By: Klaudia Tryskuc, M.A.
I’m sure you have heard of seasonal sadness which has been identified as a diagnosis in the psychological field as Seasonal Affective Disorder.
Is it disorderly to respond to prolonged darkness with sadness? I would argue that this is an adaptive human response - to feel sad and uninspired in the absence of light. Light is an essential component of our cycles of living, it influences our sleep patterns and liveliness. It signals to us that it is time to move and as it sets, we know it is time to rest. This balance is essential to our internal rhythm. So, in the prolonged absence of light, we are faced with a sense of loss and desperation.
Depression is a human experience that touches us all, perhaps some more than others. The point is that we might see that this time of absence might teach us something about our human experience. That depression might be adaptive to what is happening all around us – that it is a natural human response.
In our field and in our common knowledge, we have been indoctrinated to believe that depression is the result of a serotonin deficiency. This has been a convincing hypothesis that has taken a hold of our approach towards mental health care and has influenced how we view and understand our moods – that there is something wrong with our neural composition, that there is something wrong with us.
This has led to the widespread prescription and use of antidepressants, which ironically have actually been found to decrease serotonin over long-term use1.
A recent meta-analysis has shown that we have had this wrong. The research of this study has made it astoundingly clear that there really is no consistent evidence in there being an actual relationship between serotonin and depression. Further, there is no real support that depression is the result of low serotonin.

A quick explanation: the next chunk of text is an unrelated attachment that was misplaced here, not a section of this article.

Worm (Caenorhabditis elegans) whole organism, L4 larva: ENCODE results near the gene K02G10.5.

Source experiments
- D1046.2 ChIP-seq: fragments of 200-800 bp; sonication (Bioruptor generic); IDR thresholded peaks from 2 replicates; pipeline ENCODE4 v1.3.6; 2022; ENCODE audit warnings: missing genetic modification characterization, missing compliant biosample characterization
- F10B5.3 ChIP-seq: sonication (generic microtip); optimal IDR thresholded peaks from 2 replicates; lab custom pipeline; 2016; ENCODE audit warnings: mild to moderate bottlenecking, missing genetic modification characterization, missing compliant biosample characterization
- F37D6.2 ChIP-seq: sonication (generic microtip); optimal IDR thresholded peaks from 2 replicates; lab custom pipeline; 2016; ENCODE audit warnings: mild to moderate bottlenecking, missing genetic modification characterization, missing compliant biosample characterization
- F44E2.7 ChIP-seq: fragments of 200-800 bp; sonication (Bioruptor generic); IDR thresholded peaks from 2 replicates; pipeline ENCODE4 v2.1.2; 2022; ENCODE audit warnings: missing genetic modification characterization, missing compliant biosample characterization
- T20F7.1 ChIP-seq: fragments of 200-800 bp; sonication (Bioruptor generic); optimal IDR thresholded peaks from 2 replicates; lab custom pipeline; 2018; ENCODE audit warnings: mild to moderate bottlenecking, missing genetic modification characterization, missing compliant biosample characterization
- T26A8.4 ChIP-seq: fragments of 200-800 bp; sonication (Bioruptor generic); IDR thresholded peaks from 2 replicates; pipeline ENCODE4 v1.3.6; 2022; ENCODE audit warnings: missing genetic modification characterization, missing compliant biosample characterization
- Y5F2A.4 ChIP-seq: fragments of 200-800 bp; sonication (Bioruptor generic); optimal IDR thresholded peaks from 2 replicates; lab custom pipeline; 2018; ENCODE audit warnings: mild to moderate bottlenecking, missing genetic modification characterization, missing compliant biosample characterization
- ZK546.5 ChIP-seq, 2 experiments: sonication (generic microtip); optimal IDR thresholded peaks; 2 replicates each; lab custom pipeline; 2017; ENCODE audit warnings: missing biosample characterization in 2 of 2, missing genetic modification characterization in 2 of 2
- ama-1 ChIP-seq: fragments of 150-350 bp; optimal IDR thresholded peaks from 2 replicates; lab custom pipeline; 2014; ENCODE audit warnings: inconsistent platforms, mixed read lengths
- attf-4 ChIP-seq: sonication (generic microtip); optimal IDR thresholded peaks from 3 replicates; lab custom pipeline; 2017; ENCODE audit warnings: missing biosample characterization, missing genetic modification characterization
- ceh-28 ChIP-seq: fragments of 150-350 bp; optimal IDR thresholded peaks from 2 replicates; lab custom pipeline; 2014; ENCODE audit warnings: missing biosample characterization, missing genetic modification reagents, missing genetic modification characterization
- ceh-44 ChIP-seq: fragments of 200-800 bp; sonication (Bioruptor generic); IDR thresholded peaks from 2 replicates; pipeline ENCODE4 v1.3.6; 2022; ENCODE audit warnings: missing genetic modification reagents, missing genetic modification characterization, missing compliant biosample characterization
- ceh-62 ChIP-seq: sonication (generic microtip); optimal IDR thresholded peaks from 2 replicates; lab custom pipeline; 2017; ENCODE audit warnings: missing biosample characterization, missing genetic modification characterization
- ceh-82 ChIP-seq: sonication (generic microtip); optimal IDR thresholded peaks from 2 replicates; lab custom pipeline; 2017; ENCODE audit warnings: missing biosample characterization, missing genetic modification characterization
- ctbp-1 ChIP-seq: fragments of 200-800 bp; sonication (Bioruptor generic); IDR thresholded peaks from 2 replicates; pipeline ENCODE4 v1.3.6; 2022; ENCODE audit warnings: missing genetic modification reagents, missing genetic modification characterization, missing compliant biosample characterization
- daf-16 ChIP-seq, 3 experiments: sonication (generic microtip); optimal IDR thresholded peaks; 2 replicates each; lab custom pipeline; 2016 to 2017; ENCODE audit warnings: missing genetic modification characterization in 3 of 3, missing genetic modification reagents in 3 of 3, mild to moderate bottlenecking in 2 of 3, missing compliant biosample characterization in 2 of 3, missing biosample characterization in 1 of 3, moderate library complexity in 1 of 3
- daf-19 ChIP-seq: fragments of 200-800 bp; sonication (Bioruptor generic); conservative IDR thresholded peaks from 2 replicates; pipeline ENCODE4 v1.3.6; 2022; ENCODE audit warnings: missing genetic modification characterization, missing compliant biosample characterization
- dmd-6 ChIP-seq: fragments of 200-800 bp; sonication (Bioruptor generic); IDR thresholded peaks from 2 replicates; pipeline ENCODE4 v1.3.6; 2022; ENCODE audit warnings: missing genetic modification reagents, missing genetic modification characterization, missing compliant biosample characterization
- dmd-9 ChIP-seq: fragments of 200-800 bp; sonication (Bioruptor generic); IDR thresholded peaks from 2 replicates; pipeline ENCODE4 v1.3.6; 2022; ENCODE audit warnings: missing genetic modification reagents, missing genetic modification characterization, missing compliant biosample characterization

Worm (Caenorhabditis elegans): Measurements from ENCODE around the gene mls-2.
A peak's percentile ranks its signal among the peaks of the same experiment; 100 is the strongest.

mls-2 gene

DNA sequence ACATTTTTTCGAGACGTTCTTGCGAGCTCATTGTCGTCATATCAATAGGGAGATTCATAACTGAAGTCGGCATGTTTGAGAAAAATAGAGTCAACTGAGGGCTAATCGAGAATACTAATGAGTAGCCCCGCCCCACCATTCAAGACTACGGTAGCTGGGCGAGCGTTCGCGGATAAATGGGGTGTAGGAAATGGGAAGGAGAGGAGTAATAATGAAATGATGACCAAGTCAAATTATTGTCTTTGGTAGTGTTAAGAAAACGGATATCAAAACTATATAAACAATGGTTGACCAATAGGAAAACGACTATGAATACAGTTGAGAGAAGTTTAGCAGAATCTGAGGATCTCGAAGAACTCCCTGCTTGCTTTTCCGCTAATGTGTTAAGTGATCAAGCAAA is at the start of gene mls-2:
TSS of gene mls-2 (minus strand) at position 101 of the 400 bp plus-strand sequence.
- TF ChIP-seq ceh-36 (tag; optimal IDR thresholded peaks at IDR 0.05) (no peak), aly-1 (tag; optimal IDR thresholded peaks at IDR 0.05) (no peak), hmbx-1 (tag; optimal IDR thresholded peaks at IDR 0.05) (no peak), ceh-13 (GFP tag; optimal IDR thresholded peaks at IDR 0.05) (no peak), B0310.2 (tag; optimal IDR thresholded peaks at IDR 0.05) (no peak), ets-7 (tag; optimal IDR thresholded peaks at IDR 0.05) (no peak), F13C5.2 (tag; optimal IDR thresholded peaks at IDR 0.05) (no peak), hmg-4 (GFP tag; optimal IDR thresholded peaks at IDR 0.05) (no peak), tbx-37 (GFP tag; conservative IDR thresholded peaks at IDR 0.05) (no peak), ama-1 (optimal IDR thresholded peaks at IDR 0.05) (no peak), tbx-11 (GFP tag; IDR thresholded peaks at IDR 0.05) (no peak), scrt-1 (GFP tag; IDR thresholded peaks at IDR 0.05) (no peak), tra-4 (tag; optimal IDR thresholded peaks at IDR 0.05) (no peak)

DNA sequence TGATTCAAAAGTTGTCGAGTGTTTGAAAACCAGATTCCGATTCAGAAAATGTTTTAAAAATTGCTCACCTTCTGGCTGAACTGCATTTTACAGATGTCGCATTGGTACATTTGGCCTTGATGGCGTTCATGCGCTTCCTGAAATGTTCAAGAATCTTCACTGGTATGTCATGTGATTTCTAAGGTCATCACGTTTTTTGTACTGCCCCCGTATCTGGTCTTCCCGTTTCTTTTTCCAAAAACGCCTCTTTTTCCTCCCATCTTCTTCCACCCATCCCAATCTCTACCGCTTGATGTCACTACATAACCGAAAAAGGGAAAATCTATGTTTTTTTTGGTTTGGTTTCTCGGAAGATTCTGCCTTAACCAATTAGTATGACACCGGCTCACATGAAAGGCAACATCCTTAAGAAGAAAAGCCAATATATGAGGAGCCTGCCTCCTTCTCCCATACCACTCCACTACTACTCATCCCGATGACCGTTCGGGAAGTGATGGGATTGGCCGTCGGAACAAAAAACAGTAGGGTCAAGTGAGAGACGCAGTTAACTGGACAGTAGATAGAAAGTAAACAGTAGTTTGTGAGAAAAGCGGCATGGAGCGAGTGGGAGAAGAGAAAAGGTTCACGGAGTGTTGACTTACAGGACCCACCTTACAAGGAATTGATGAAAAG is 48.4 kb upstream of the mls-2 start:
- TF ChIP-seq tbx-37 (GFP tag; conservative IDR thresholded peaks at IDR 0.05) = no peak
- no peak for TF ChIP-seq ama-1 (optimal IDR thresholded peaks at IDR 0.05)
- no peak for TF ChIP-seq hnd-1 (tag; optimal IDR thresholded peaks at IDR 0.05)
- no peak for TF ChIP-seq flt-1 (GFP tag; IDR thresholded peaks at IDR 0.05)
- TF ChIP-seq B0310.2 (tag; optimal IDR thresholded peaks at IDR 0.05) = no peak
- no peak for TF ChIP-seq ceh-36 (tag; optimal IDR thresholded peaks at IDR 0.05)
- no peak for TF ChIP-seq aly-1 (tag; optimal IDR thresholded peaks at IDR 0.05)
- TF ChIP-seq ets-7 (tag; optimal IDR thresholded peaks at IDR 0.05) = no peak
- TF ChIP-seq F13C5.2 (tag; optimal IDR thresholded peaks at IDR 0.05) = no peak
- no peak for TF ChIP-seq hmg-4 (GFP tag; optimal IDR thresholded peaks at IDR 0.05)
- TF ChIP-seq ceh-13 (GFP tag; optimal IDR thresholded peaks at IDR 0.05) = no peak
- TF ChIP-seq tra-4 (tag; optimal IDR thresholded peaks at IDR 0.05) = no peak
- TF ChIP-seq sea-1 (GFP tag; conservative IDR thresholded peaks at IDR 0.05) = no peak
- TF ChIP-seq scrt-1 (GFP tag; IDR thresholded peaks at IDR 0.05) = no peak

Recent studies have elucidated a promising solution for attenuating depression that has been suggested to potentially be a better standing treatment in comparison to antidepressants. In one notable study, there is evidence to suggest antioxidant, anti-inflammatory, and pro-neurogenic benefits of vitamin D supplementation in those with mood concerns such as depression and anxiety. The effectiveness of the treatment is dependent on the dose of vitamin D used; 50,000-300,000 IU was found most effective over time. It was even found that supplementing vitamin D with common antidepressants was more effective in reducing depression than using an antidepressant alone.
We have long known that sunlight provides us with vitamin D, and so the absence of light suggests an intuitive view of depression that we have looked over. The increase that we see in depression during this time of the year suggests the reality of vitamin D in our mood and wellbeing, a promising movement in mental health treatment.
 Kouba, Camargo, A., Gil-Mohapel, J., & Rodrigues, A. L. S. (2022). Molecular Basis Underlying the Therapeutic Potential of Vitamin D for the Treatment of Depression and Anxiety. International Journal of Molecular Sciences, 23(13), 7077–. https://doi.org/10.3390/ijms23137077
 Moncrieff, J., Cooper, R. E., Stockmann, T., Amendola, S., Hengartner, M. P., & Horowitz, M. A. (2022). The serotonin theory of depression: a systematic umbrella review of the evidence. Molecular psychiatry, 1-14.